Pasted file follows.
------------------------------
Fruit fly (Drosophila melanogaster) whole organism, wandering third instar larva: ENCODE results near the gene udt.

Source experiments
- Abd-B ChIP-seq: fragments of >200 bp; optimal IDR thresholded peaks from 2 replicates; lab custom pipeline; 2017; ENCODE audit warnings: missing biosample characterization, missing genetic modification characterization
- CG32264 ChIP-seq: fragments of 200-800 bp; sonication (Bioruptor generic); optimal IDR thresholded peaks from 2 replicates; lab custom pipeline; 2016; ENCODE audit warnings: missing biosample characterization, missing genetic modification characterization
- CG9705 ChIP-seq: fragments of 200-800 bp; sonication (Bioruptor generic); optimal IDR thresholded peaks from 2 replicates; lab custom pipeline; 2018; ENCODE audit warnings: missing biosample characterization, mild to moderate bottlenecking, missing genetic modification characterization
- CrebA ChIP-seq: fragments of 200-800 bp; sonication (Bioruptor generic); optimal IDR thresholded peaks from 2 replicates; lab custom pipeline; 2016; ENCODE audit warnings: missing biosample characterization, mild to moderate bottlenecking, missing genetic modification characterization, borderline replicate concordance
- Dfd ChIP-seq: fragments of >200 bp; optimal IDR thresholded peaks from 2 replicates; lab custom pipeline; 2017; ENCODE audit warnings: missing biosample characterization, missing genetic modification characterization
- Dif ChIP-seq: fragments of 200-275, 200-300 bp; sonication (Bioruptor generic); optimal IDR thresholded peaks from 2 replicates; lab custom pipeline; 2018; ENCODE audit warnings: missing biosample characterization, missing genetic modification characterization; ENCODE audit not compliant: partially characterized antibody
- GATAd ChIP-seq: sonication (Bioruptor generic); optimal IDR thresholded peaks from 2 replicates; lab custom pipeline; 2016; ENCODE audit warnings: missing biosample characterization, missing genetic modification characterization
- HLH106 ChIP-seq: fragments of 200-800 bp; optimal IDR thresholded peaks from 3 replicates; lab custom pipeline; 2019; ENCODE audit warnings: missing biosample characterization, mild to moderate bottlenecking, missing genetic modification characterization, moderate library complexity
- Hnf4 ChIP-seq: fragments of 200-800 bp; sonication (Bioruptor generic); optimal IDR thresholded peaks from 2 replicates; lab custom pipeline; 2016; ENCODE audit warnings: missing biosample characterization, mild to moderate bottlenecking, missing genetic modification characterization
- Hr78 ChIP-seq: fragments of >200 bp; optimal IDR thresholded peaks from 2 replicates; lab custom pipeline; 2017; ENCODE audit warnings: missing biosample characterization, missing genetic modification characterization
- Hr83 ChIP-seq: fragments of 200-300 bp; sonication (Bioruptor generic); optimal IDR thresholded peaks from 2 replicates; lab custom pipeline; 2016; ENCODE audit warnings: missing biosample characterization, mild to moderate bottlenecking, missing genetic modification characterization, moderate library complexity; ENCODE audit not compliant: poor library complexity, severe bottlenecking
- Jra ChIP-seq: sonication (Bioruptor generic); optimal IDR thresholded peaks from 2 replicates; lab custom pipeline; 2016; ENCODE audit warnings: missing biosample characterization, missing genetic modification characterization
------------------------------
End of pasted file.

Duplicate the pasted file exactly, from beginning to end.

Fruit fly (Drosophila melanogaster) whole organism, wandering third instar larva: ENCODE results near the gene udt.

Source experiments
- Abd-B ChIP-seq: fragments of >200 bp; optimal IDR thresholded peaks from 2 replicates; lab custom pipeline; 2017; ENCODE audit warnings: missing biosample characterization, missing genetic modification characterization
- CG32264 ChIP-seq: fragments of 200-800 bp; sonication (Bioruptor generic); optimal IDR thresholded peaks from 2 replicates; lab custom pipeline; 2016; ENCODE audit warnings: missing biosample characterization, missing genetic modification characterization
- CG9705 ChIP-seq: fragments of 200-800 bp; sonication (Bioruptor generic); optimal IDR thresholded peaks from 2 replicates; lab custom pipeline; 2018; ENCODE audit warnings: missing biosample characterization, mild to moderate bottlenecking, missing genetic modification characterization
- CrebA ChIP-seq: fragments of 200-800 bp; sonication (Bioruptor generic); optimal IDR thresholded peaks from 2 replicates; lab custom pipeline; 2016; ENCODE audit warnings: missing biosample characterization, mild to moderate bottlenecking, missing genetic modification characterization, borderline replicate concordance
- Dfd ChIP-seq: fragments of >200 bp; optimal IDR thresholded peaks from 2 replicates; lab custom pipeline; 2017; ENCODE audit warnings: missing biosample characterization, missing genetic modification characterization
- Dif ChIP-seq: fragments of 200-275, 200-300 bp; sonication (Bioruptor generic); optimal IDR thresholded peaks from 2 replicates; lab custom pipeline; 2018; ENCODE audit warnings: missing biosample characterization, missing genetic modification characterization; ENCODE audit not compliant: partially characterized antibody
- GATAd ChIP-seq: sonication (Bioruptor generic); optimal IDR thresholded peaks from 2 replicates; lab custom pipeline; 2016; ENCODE audit warnings: missing biosample characterization, missing genetic modification characterization
- HLH106 ChIP-seq: fragments of 200-800 bp; optimal IDR thresholded peaks from 3 replicates; lab custom pipeline; 2019; ENCODE audit warnings: missing biosample characterization, mild to moderate bottlenecking, missing genetic modification characterization, moderate library complexity
- Hnf4 ChIP-seq: fragments of 200-800 bp; sonication (Bioruptor generic); optimal IDR thresholded peaks from 2 replicates; lab custom pipeline; 2016; ENCODE audit warnings: missing biosample characterization, mild to moderate bottlenecking, missing genetic modification characterization
- Hr78 ChIP-seq: fragments of >200 bp; optimal IDR thresholded peaks from 2 replicates; lab custom pipeline; 2017; ENCODE audit warnings: missing biosample characterization, missing genetic modification characterization
- Hr83 ChIP-seq: fragments of 200-300 bp; sonication (Bioruptor generic); optimal IDR thresholded peaks from 2 replicates; lab custom pipeline; 2016; ENCODE audit warnings: missing biosample characterization, mild to moderate bottlenecking, missing genetic modification characterization, moderate library complexity; ENCODE audit not compliant: poor library complexity, severe bottlenecking
- Jra ChIP-seq: sonication (Bioruptor generic); optimal IDR thresholded peaks from 2 replicates; lab custom pipeline; 2016; ENCODE audit warnings: missing biosample characterization, missing genetic modification characterization